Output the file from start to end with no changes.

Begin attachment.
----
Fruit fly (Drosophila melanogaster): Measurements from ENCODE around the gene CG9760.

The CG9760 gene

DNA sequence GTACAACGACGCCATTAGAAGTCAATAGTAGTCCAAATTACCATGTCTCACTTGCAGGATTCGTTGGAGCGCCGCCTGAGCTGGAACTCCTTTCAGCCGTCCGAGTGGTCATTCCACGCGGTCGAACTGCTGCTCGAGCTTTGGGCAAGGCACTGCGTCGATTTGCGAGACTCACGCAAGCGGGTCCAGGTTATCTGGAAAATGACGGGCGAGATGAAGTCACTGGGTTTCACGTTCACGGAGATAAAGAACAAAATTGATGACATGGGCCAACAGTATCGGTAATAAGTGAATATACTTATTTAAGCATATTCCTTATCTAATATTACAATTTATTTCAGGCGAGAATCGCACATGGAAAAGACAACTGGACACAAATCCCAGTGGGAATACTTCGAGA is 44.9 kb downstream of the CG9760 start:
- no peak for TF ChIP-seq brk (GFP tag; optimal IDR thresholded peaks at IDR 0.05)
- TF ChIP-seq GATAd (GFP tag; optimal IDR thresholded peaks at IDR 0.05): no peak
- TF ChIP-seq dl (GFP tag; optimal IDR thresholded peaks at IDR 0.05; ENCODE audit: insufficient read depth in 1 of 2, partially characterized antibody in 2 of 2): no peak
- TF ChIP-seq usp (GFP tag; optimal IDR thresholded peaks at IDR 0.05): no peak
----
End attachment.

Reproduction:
Fruit fly (Drosophila melanogaster): Measurements from ENCODE around the gene CG9760.

The CG9760 gene

DNA sequence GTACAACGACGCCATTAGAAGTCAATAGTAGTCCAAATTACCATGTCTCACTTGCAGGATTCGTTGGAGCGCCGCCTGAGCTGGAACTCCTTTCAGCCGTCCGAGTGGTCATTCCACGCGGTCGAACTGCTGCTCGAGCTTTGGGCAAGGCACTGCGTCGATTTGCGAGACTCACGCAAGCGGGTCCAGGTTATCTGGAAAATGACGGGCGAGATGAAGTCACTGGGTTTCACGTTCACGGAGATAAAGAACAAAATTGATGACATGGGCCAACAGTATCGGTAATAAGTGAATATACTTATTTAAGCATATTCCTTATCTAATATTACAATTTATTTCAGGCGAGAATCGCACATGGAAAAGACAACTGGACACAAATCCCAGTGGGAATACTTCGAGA is 44.9 kb downstream of the CG9760 start:
- no peak for TF ChIP-seq brk (GFP tag; optimal IDR thresholded peaks at IDR 0.05)
- TF ChIP-seq GATAd (GFP tag; optimal IDR thresholded peaks at IDR 0.05): no peak
- TF ChIP-seq dl (GFP tag; optimal IDR thresholded peaks at IDR 0.05; ENCODE audit: insufficient read depth in 1 of 2, partially characterized antibody in 2 of 2): no peak
- TF ChIP-seq usp (GFP tag; optimal IDR thresholded peaks at IDR 0.05): no peak